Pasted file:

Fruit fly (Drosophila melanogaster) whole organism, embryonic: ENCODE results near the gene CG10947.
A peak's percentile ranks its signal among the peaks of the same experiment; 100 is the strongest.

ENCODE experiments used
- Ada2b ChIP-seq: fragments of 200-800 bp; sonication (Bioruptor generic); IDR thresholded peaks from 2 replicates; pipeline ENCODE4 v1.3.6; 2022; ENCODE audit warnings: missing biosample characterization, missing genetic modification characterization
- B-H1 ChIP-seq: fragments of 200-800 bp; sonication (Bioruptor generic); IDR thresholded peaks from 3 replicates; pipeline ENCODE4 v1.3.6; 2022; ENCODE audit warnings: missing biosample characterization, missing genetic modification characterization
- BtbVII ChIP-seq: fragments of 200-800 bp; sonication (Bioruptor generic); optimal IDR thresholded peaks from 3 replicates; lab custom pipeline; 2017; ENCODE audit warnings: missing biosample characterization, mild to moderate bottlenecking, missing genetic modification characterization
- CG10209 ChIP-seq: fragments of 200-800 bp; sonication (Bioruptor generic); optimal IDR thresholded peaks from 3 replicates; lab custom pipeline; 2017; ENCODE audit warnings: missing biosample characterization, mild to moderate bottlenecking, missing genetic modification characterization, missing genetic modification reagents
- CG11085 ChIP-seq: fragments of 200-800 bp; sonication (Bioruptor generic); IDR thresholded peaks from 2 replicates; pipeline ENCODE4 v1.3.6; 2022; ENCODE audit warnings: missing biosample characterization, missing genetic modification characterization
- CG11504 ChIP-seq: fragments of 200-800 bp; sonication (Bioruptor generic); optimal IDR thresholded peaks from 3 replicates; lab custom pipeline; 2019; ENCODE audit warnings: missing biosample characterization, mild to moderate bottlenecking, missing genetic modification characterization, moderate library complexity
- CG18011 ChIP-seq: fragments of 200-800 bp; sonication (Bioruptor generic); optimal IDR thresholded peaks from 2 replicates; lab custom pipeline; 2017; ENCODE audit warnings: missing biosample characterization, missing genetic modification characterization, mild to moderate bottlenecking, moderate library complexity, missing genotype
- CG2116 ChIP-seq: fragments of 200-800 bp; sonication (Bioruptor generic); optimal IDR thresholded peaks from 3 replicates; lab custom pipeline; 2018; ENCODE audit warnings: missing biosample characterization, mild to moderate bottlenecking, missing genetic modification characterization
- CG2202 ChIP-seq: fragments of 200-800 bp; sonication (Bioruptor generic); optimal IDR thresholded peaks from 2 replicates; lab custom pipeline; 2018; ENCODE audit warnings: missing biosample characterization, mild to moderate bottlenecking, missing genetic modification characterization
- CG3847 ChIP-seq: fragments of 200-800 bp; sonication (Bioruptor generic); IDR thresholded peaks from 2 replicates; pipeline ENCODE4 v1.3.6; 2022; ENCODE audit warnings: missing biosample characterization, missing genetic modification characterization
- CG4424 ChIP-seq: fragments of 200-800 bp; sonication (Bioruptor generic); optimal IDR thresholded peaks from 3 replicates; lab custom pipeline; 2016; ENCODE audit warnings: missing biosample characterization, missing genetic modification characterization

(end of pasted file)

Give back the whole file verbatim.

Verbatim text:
Fruit fly (Drosophila melanogaster) whole organism, embryonic: ENCODE results near the gene CG10947.
A peak's percentile ranks its signal among the peaks of the same experiment; 100 is the strongest.

ENCODE experiments used
- Ada2b ChIP-seq: fragments of 200-800 bp; sonication (Bioruptor generic); IDR thresholded peaks from 2 replicates; pipeline ENCODE4 v1.3.6; 2022; ENCODE audit warnings: missing biosample characterization, missing genetic modification characterization
- B-H1 ChIP-seq: fragments of 200-800 bp; sonication (Bioruptor generic); IDR thresholded peaks from 3 replicates; pipeline ENCODE4 v1.3.6; 2022; ENCODE audit warnings: missing biosample characterization, missing genetic modification characterization
- BtbVII ChIP-seq: fragments of 200-800 bp; sonication (Bioruptor generic); optimal IDR thresholded peaks from 3 replicates; lab custom pipeline; 2017; ENCODE audit warnings: missing biosample characterization, mild to moderate bottlenecking, missing genetic modification characterization
- CG10209 ChIP-seq: fragments of 200-800 bp; sonication (Bioruptor generic); optimal IDR thresholded peaks from 3 replicates; lab custom pipeline; 2017; ENCODE audit warnings: missing biosample characterization, mild to moderate bottlenecking, missing genetic modification characterization, missing genetic modification reagents
- CG11085 ChIP-seq: fragments of 200-800 bp; sonication (Bioruptor generic); IDR thresholded peaks from 2 replicates; pipeline ENCODE4 v1.3.6; 2022; ENCODE audit warnings: missing biosample characterization, missing genetic modification characterization
- CG11504 ChIP-seq: fragments of 200-800 bp; sonication (Bioruptor generic); optimal IDR thresholded peaks from 3 replicates; lab custom pipeline; 2019; ENCODE audit warnings: missing biosample characterization, mild to moderate bottlenecking, missing genetic modification characterization, moderate library complexity
- CG18011 ChIP-seq: fragments of 200-800 bp; sonication (Bioruptor generic); optimal IDR thresholded peaks from 2 replicates; lab custom pipeline; 2017; ENCODE audit warnings: missing biosample characterization, missing genetic modification characterization, mild to moderate bottlenecking, moderate library complexity, missing genotype
- CG2116 ChIP-seq: fragments of 200-800 bp; sonication (Bioruptor generic); optimal IDR thresholded peaks from 3 replicates; lab custom pipeline; 2018; ENCODE audit warnings: missing biosample characterization, mild to moderate bottlenecking, missing genetic modification characterization
- CG2202 ChIP-seq: fragments of 200-800 bp; sonication (Bioruptor generic); optimal IDR thresholded peaks from 2 replicates; lab custom pipeline; 2018; ENCODE audit warnings: missing biosample characterization, mild to moderate bottlenecking, missing genetic modification characterization
- CG3847 ChIP-seq: fragments of 200-800 bp; sonication (Bioruptor generic); IDR thresholded peaks from 2 replicates; pipeline ENCODE4 v1.3.6; 2022; ENCODE audit warnings: missing biosample characterization, missing genetic modification characterization
- CG4424 ChIP-seq: fragments of 200-800 bp; sonication (Bioruptor generic); optimal IDR thresholded peaks from 3 replicates; lab custom pipeline; 2016; ENCODE audit warnings: missing biosample characterization, missing genetic modification characterization